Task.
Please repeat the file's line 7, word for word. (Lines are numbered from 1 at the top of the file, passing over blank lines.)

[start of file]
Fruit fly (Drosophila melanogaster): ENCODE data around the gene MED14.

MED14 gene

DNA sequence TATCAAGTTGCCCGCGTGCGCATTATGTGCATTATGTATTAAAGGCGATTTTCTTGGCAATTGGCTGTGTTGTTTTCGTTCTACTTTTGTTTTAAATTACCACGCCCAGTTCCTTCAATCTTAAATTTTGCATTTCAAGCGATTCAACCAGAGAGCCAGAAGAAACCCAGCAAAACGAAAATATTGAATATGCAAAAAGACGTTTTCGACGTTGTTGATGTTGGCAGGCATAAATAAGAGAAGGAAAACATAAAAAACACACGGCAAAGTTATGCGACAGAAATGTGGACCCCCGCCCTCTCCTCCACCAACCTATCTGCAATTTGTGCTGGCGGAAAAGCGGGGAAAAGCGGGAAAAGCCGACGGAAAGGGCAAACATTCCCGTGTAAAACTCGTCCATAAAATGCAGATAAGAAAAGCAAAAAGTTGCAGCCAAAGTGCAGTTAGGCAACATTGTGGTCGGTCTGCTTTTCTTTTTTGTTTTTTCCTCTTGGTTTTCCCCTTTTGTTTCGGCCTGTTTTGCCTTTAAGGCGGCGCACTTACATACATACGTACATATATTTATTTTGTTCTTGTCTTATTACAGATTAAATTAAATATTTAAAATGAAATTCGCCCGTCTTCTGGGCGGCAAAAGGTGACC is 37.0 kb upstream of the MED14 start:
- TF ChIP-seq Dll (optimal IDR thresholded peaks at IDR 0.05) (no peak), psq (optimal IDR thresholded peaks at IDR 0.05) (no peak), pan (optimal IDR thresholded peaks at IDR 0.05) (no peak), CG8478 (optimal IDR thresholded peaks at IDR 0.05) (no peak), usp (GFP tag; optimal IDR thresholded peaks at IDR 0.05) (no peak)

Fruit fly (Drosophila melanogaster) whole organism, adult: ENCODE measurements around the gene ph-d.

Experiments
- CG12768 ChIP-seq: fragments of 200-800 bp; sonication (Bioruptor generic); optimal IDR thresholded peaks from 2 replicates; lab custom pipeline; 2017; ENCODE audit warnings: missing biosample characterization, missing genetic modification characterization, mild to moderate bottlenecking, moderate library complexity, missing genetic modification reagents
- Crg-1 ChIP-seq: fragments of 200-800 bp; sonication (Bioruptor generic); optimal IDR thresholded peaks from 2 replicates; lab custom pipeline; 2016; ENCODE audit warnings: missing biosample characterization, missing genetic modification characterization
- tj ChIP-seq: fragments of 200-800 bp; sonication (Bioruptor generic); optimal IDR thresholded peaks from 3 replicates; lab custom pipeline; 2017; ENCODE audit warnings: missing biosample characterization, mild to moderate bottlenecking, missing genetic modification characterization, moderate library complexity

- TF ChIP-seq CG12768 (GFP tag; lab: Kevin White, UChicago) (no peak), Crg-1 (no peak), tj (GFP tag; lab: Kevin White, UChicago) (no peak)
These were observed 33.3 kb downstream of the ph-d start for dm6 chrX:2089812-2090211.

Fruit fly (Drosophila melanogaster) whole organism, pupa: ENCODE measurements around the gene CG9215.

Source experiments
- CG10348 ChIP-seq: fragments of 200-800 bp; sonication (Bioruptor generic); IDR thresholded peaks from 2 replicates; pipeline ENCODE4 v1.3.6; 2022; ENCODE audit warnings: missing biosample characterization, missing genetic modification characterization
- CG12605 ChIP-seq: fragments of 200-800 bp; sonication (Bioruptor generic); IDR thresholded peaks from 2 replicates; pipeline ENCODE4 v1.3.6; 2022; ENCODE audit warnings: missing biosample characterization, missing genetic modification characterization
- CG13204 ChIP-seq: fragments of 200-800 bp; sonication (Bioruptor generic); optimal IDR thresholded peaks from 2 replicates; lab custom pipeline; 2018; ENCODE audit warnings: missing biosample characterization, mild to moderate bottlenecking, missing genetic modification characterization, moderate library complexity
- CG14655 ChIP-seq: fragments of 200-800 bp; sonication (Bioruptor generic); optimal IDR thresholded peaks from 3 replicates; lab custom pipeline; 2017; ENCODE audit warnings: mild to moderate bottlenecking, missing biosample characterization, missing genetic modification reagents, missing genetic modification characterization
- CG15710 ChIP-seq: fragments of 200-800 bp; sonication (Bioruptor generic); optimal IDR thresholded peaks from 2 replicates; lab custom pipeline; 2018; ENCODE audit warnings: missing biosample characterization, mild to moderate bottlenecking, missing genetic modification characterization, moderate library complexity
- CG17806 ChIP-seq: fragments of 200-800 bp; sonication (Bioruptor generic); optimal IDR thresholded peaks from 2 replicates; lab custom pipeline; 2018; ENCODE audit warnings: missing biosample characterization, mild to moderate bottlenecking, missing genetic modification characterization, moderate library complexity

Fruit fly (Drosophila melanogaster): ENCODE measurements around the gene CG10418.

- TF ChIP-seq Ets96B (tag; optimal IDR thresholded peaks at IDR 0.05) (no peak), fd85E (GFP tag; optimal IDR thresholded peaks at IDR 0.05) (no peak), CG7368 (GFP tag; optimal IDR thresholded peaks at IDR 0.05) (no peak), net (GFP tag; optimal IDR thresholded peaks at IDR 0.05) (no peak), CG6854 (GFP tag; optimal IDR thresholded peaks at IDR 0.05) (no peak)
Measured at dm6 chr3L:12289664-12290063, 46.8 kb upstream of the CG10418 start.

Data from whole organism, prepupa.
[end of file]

- CG12768 ChIP-seq: fragments of 200-800 bp; sonication (Bioruptor generic); optimal IDR thresholded peaks from 2 replicates; lab custom pipeline; 2017; ENCODE audit warnings: missing biosample characterization, missing genetic modification characterization, mild to moderate bottlenecking, moderate library complexity, missing genetic modification reagents